Although Richter chose to let history tell the story underlying his paintings, both artists draw on the rich narrative potential of activist/terrorist groups. Violence, politics, and a dubiously moral underdog make for a great story that begs to be mined for visual material. And both artists felt that a single painting would fail to capture the depth of the material at hand.
But that's where the similarities end. Richter's series reads like a set of disturbing news photographs - grim black and white paintings portraying flashbulb moments in faithful, albeit blurry, photorealism. Each of Winters's images reads like a story unto itself, blending an impressive (un-blurred) photorealism directly into a highly painterly, at times graphic, style that is dense with symbolism: A heart-shaped peace sign contrasted with a phallic machine gun, halos and dripping martyred wings, growling tigers and seemingly abstract stripes driving the "Tiger Den" theme home.
Title: After the explosion at 112 Minna, several TDA members were seriously wounded. Lacking medical resources of their own and fearing jail sentences if exposed, the TDA kidnapped Dr. David Silva and his partner Eileen Feinstein from their San Francisco apartment. Here, Dr. Silva is being held at gunpoint while he repairs Melissa Hites' leg. Held by the group for two weeks, Silva was given the honorary name Zhivago. Neither Silva nor Feinstein ever pressed charges for the kidnapping.
It's from these distinctive features - the transition between styles and the incredible narrative density of each painting - that Winters really owes his debt to comics and graphic novels. Creating a set of archetypal characters, placing them in a "pop-art world," and telling their stories in a series of image panels accompanied by text draws heavily on the tropes of the illustrated narrative genre. However, Winters does manage to keep the images firmly in the realm of painting by relying more on loose, painterly strokes then finely drawn outlines for the contextual elements.
The artist himself attributes the show's "narrative quality" (perhaps a deliberately dramatic understatement) to his interest in film. But that relationship breaks down for this viewer in the use of dense text captions to carry the story along - even silent films couldn't get away with this much reading. Still, the captions feel like a crucial element of the project, since narrative is what takes these paintings from merely interesting to truly successful. While each painting is remarkably successful in visually conveying its own snippet of the story, the paragraphs offer the reader/viewer tantalizing bits of information that turn a set of paintings into a solid series of work. (It's worth noting that Winters uses the captions in place of titles for each work.)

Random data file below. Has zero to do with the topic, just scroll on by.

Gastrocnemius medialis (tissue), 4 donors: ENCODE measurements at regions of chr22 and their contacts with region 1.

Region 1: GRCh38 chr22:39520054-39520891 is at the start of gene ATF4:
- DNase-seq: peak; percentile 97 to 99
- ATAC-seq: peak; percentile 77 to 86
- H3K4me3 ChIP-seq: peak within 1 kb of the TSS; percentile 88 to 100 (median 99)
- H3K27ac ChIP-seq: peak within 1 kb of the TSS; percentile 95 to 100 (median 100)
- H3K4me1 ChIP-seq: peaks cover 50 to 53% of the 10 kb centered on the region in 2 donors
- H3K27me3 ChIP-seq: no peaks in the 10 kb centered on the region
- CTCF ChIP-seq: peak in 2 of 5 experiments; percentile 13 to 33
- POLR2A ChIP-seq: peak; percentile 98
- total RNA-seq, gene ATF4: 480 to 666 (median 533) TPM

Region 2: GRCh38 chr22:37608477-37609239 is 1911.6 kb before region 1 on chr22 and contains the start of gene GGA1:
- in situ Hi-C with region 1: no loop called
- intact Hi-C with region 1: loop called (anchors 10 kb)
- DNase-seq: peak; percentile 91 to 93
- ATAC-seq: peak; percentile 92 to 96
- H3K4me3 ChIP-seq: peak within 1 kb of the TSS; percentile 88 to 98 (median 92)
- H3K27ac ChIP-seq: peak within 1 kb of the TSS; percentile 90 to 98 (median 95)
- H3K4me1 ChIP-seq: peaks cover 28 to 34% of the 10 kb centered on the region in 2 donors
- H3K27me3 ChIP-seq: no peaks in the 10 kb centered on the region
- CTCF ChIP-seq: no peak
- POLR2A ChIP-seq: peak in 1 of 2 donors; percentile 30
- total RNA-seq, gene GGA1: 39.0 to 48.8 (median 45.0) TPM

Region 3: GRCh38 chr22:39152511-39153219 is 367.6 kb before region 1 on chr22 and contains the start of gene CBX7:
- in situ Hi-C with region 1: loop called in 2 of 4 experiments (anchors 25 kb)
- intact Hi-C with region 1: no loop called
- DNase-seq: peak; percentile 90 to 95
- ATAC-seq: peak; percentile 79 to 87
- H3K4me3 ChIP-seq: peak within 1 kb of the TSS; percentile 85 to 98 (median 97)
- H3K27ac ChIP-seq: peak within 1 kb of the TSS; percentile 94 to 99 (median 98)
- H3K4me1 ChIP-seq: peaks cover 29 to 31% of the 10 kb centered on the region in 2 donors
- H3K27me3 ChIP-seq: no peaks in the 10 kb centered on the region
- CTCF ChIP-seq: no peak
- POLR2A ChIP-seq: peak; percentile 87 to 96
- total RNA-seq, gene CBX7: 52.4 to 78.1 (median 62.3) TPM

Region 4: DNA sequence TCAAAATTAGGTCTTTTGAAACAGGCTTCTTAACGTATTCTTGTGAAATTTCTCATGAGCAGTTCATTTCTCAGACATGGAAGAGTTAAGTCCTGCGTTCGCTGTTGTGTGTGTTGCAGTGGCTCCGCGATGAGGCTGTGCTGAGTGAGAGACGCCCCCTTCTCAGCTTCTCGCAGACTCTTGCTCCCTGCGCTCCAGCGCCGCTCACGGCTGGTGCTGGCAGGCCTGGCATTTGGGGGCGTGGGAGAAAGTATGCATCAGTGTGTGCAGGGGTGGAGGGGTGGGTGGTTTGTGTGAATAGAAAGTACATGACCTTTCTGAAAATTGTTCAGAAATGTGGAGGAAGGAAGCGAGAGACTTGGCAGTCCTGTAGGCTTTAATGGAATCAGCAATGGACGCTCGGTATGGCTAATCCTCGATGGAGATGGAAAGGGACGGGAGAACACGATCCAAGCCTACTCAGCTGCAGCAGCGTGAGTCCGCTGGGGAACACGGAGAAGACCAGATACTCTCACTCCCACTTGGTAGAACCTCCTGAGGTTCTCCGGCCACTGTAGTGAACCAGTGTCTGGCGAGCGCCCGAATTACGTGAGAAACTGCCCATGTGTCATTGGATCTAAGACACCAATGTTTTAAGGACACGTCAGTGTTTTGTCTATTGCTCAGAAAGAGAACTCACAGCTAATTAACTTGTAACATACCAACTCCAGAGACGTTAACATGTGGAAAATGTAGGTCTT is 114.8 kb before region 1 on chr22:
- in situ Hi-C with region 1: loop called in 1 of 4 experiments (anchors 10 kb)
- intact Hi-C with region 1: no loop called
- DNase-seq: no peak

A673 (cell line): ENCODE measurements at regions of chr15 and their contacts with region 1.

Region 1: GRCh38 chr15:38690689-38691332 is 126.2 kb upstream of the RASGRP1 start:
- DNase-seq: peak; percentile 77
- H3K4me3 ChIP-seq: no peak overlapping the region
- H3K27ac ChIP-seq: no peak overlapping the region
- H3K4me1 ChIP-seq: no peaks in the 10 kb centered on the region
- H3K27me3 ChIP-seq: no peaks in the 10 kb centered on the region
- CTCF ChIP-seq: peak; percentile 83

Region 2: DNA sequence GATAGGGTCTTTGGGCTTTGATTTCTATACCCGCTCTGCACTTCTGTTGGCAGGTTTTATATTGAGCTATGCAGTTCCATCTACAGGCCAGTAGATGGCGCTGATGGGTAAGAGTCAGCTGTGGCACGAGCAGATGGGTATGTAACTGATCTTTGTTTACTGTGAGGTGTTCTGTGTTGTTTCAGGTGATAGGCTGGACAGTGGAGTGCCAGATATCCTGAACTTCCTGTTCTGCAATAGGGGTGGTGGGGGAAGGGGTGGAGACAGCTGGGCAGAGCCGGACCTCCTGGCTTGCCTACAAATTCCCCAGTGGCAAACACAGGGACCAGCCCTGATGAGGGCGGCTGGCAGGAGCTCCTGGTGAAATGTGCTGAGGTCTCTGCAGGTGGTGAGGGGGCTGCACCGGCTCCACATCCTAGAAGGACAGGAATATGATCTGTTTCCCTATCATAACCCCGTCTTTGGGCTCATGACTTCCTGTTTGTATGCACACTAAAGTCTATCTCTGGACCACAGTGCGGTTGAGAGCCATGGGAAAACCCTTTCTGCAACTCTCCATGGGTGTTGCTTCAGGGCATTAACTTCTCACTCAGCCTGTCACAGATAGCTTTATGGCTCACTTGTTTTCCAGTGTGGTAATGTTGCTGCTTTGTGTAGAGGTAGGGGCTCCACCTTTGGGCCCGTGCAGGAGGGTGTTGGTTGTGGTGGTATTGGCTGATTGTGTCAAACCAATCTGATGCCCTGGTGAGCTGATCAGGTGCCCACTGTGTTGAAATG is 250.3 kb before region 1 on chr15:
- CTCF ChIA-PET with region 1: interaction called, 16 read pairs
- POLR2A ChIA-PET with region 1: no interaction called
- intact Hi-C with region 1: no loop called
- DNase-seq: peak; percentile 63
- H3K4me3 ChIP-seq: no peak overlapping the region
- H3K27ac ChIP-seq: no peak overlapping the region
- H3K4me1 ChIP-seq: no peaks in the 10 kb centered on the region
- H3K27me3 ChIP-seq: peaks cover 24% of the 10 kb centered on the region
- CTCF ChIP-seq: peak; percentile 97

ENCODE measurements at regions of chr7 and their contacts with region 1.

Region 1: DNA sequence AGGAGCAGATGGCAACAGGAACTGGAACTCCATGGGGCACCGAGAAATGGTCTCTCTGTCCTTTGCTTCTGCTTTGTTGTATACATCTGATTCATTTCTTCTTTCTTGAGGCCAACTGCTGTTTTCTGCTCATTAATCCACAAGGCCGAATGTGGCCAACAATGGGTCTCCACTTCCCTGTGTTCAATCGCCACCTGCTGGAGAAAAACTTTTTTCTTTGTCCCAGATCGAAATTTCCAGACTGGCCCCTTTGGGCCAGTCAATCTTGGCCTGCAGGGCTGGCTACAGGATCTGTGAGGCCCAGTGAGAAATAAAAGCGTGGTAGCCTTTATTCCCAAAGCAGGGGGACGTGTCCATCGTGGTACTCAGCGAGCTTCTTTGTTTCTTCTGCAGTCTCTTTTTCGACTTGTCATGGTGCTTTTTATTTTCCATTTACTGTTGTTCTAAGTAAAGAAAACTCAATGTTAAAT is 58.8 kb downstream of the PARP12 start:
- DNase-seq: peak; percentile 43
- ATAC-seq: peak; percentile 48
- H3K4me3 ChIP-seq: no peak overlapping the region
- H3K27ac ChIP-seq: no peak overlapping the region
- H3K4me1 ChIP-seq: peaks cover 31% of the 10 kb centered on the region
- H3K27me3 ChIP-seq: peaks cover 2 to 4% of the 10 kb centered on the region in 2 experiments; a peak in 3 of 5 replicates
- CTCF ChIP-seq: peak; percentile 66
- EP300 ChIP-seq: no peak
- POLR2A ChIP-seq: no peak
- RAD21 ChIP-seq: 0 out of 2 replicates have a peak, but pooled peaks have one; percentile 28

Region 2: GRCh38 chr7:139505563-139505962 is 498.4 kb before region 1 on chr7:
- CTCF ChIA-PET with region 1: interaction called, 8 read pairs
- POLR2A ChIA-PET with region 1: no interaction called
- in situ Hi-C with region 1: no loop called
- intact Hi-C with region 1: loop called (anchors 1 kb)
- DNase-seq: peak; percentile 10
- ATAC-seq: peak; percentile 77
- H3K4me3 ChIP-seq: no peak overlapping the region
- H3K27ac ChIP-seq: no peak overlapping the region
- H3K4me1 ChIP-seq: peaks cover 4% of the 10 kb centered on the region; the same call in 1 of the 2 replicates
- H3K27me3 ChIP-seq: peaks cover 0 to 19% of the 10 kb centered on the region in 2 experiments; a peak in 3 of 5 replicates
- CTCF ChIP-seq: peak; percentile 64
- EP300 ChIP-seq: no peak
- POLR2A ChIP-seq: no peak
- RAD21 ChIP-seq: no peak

In fact, my one complaint with the show is that the paintings were hung on the wall without the text. Each was numbered, and a mapped hand-out was offered so that visitors could read along as they walked through the gallery. But for once this is a show that is enhanced by dense wall text and hindered by the notion that the images should stand alone. Each painting holds up to solo visual scrutiny, but as a body of work they feel naked without their captions, like a poem without its title.
Title: This the most famous and recognizable image ever to depict the TDA. In it, three of the organization's four officers appear along with Bailey Shadow and writer Eva Dihn. Absent from the picture is ranking officer Zoë Shadow. It was often featured with articles discussing the group and was also used as a still shot by television stations whenever Matias granted live telephone interviews. Worth noting is the rifle being held by JJ Briggs. Although it appears real, the gun is only a prop.
Of course, these paintings are not poems, or graphic novels, or films. They're gorgeously, emphatically paintings
. Although the mix of styles is suggestive of collage, the artist assures me that the only thing he applied to the linen is paint. Winters demonstrates technical virtuosity by moving elegantly from carefully rendered, photorealistic faces and (some) body parts to brightly colored, painterly backgrounds and objects. The technique consciously directs the viewer's eye and announces the fact that the artist is playing games with fantasy and reality. In some places Winters flirts with being a little heavy handed in telling us what to think - bit character Eileen Feinstein painted in pensive black and white outlines, the most minimalist element of the series - but that can be forgiven in a body of work that overtly asserts its right to tell us a story.
Ultimately, Ambush: The Story of the TDA
represents a remarkable attempt from a young artist to assert his position as one of Portland's most interesting painters. And while it's Winters's successful rejection of the painting as a stand-alone object that takes its place in the po-pomo revision of art history, it's the visually seductive evidence of the artist's hand that keeps the series firmly rooted in the tradition of painting.
Bailey Winters's Ambush: The Story of the TDA
is on view at NAAU
through June 27, 2010.